FIG. 27C depicts embodiments of voltage waveforms associated with boost mode operation. In FIG. 27C, the input voltage VIN is less than the reference voltage VREF, i.e., less than the intended output voltage VIO minus the predetermined voltage difference VPRED. The top waveform again represents a couple of cycles of the first switching signal VS1, and the bottom waveform represents a couple of cycles of the second switching signal VS2. In FIG. 27C, the average value of the intermediate voltage VINTAVG is no longer being regulated to the reference voltage VREF. Instead, the converter 28B has transitioned to boost mode operation, and the first switching signal VS1 has a 100% duty cycle, and thus the input voltage VIN is passed unmodified to the intermediate voltage VINT. Note that now the duty cycle of the second switching signal (which is logic-low enabled in FIGS. 27A-C, whereas the first switching signal is logic-high enabled in FIGS. 27A-C) has grown relative to the scenarios of FIGS. 27A and 27B, indicating that the boost operation to convert the intermediate voltage VINT to the intended output voltage VIO now requires a greater degree of voltage boost than when the average value of the intermediate voltage VINTAVG had been regulated to the reference voltage VREF.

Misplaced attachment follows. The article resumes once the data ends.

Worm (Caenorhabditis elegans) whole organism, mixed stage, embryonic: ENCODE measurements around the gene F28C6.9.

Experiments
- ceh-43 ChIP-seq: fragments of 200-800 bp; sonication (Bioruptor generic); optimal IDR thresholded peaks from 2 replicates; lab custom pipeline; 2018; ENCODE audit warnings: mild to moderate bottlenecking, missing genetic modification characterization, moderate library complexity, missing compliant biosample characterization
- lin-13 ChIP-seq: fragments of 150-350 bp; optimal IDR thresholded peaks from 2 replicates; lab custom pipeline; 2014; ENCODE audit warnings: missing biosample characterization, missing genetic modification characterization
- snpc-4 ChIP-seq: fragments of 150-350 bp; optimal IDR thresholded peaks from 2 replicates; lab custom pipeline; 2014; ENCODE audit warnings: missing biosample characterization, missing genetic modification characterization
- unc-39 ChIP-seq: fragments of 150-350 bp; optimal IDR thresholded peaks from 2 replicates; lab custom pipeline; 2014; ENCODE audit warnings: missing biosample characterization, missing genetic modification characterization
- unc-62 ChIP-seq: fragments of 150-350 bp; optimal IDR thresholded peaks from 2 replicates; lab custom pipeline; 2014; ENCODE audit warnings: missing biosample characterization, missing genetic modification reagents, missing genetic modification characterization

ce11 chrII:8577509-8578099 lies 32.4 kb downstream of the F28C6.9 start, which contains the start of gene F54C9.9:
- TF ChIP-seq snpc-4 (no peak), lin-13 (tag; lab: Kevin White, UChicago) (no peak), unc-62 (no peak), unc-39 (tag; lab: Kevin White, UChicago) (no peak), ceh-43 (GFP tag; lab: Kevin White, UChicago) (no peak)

FIG. 28 depicts the H-bridge buck-boost converter 28B of FIG. 26 with the buck and boost control portions 32A, 36A omitted for clarity, but including a schematic representation of current pathways during buck-boost mode operation of the buck-boost converter 28B by the buck and boost control portions 32A, 36A. A first current pathway 64 exists when the first switching signal VS1 turns on the first switch S1 and turns of the third switch S3, while the second switching signal VS2 turns on the second switch S2 and turns off the fourth switch S4. A second current pathway 68 exists when the first switching signal VS1 turns on the first switch S1 and turns of the third switch S3, while the second switching signal VS2 turns off the second switch S2 and turns on the fourth switch S4. A third current pathway 72 exists when the first switching signal VS1 turns off the first switch S1 and turns on the third switch 53, while the second switching signal VS2 turns off the second switch 52 and turns on the fourth switch S4.

FIG. 29 depicts embodiments of voltage waveforms associated with the operation of the buck-boost converter 28B in buck-boost mode as depicted in FIG. 28. The top portion of FIG. 29 depicts the intermediate voltage VINT at the input side of the inductor L, the middle portion depicts a second intermediate voltage VINT2 at an output side of the inductor L, and the bottom portion depicts a current IL in the inductor L. FIG. 29 also depicts the association of the various current pathways 64, 68, 72 of FIG. 28 with specific regions of the depicted voltage waveforms. In regions AA the first current pathway 64 is active, in regions BB the second current pathway 68 is active, and in regions CC the third current pathway 72 is active.